District 65 to address equity in revising suspension rules


The Evanston/Skokie District 65 school board’s Policy Committee Monday night discussed changing guidelines to address a recent increase suspensions, particularly among black students.

Joyce Bartz, assistant superintendent of special services, says the number of out-of-school suspension days was around 10 per hundred students in 2014.

After a change to the policy to make consequences for students less exclusionary, the number of suspensions decreased to less than five per hundred students in 2015.

During the same time period, suspensions among black students went from over 25 per hundred to around 10 per hundred.

A state law passed in 2015, representing an effort by the state to curtail the “school to prison pipeline,” prohibited zero-tolerance policies that require administrators to suspend or expel students for certain offenses unless required by law, such as for weapons or drugs.

Suspensions declined further after changes to district policies were implemented based on the state law.

However, though they have decreased, the proportion of suspensions among black students continues to be significantly higher than the proportion of the student body overall.

And since 2016, out-of-school suspensions among all students have started to tick upward.

Bartz outlined the administration’s next steps in revising the suspension policy and addressing equity issues that include developing a uniform Positive Behavioral Interventions and Supports system, updating suspension notices and the student handbook and conducting information sessions with parents on the suspension policy.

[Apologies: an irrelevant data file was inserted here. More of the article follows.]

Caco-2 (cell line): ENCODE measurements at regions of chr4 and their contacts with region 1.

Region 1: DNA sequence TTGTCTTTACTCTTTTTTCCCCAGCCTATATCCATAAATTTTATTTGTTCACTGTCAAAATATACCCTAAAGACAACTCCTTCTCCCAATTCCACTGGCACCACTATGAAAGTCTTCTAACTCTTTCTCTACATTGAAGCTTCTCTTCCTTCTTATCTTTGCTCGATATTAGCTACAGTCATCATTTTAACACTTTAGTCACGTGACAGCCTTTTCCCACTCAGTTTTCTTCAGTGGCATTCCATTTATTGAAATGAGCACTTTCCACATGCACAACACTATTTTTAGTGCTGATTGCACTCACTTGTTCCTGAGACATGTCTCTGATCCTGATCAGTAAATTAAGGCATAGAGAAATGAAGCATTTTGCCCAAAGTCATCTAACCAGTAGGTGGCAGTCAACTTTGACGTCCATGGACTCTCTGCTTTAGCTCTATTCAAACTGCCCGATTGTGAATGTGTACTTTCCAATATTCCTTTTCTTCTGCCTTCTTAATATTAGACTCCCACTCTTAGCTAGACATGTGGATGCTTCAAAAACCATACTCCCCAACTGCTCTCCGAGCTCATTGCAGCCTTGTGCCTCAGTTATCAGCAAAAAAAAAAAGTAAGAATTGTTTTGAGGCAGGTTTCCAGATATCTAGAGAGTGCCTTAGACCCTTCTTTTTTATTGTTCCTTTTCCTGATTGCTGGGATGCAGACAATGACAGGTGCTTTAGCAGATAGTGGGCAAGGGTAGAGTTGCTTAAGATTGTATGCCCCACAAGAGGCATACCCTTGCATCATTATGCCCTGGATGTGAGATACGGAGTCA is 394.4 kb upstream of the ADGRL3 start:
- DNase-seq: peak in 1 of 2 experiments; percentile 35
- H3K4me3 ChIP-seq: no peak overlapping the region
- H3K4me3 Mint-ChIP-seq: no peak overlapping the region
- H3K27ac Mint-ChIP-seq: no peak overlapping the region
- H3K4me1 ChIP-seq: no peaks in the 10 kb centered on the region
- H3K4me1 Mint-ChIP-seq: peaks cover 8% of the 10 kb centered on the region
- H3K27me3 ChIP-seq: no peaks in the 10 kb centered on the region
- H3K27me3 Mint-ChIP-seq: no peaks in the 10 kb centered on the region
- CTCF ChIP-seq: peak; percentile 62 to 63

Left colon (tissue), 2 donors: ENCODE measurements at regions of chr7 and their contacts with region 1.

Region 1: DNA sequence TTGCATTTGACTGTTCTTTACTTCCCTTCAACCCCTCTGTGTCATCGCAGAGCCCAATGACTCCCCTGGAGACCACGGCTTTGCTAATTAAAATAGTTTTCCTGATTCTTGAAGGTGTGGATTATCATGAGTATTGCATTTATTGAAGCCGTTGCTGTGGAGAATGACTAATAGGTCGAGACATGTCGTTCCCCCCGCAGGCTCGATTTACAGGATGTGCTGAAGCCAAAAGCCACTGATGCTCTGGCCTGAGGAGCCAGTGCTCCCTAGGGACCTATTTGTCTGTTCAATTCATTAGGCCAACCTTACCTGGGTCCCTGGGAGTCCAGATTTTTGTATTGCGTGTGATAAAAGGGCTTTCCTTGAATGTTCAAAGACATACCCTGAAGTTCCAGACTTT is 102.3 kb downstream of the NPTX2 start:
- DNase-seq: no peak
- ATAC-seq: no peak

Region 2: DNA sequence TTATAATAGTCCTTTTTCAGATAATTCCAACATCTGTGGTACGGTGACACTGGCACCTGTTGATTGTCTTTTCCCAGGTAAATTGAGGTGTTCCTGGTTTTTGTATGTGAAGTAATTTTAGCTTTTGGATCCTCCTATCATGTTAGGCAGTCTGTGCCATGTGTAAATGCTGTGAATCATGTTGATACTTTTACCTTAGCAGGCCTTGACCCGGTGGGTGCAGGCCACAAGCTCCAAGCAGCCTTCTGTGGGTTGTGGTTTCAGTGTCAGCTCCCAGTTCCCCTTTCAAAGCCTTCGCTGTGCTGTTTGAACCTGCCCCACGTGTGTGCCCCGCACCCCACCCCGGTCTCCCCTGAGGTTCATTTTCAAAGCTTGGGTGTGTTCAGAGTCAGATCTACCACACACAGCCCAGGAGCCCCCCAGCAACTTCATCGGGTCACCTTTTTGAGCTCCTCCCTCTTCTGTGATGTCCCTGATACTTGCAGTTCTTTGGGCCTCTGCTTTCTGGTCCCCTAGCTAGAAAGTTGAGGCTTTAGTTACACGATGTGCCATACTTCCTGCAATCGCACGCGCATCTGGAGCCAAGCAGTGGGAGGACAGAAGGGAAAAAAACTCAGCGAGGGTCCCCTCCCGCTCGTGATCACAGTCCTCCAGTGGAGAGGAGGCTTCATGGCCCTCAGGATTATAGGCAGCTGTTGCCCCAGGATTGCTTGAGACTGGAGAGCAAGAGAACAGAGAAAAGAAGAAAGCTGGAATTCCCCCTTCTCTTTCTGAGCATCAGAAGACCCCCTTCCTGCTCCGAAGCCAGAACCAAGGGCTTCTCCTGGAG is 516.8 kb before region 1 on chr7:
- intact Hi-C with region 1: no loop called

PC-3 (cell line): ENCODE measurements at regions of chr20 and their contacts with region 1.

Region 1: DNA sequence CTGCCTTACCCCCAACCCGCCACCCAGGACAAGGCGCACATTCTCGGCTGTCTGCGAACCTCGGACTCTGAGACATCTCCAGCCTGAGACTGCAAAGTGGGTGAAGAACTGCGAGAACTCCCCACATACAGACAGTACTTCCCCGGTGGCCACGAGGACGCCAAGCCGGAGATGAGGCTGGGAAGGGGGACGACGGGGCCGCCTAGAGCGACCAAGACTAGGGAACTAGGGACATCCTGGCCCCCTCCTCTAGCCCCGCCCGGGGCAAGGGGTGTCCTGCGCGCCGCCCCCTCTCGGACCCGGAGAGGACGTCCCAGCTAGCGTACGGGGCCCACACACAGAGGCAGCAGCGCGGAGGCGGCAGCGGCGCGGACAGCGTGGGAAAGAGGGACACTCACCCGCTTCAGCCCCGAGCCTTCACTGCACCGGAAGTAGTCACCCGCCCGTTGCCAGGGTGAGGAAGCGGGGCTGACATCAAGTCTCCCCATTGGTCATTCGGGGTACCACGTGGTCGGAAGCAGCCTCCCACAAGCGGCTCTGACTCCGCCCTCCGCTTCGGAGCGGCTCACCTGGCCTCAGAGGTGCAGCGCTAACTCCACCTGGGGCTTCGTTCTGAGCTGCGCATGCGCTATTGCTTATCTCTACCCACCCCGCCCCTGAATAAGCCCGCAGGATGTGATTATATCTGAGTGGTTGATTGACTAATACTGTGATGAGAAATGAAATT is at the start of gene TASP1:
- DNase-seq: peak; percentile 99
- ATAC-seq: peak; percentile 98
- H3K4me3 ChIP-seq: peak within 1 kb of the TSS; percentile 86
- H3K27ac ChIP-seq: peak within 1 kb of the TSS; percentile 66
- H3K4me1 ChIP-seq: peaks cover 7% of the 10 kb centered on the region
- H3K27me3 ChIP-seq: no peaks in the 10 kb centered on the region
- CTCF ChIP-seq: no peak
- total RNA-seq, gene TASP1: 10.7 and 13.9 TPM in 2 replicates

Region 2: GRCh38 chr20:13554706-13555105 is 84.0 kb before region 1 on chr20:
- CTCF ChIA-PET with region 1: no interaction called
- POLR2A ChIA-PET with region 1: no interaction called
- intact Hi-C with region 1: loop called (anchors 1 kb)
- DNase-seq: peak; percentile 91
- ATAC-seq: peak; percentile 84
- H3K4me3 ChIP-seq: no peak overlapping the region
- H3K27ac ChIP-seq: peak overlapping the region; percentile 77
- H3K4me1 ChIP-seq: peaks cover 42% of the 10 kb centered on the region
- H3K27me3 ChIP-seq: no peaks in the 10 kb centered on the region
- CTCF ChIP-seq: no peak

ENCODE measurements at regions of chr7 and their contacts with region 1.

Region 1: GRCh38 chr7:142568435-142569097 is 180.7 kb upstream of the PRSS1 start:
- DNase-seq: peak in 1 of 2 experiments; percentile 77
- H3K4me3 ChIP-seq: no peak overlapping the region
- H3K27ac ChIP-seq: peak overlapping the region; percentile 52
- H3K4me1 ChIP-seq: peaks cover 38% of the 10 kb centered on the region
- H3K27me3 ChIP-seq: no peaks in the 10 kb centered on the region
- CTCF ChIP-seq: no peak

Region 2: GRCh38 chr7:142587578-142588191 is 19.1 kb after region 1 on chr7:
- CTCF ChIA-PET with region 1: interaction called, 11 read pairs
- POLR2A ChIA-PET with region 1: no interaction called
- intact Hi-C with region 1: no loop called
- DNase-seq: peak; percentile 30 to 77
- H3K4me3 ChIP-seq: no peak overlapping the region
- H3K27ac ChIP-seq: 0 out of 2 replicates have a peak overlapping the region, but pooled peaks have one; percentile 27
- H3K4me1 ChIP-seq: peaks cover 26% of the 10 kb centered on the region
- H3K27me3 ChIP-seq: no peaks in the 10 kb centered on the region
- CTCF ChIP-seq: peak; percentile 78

In addition, the district will add resources such as a break room for students who need a break in the middle of the day, attended by a social worker or psychologist, as well as academic support rooms.

“We want to develop different kinds of interventions, in order to address something that happened, as opposed to something exclusionary,” said Bartz. “We’re thinking of restorative practices such as an apology or community service, that would help promote children’s positive feelings about themselves.”

The School Climate Team process is also expected to help address the issue. “The climate process allows us to look at data for each school and analyze it, looking for the root causes of racial disparity in the area of discipline.”

As they develop an action plan for each building, Bartz says, “Our goal is to foster a positive school climate, identify clear expectations and build staff capacity through equity training to ensure fairness.”

Related story

District 65 to discuss rules as suspension soar (2/24/18)

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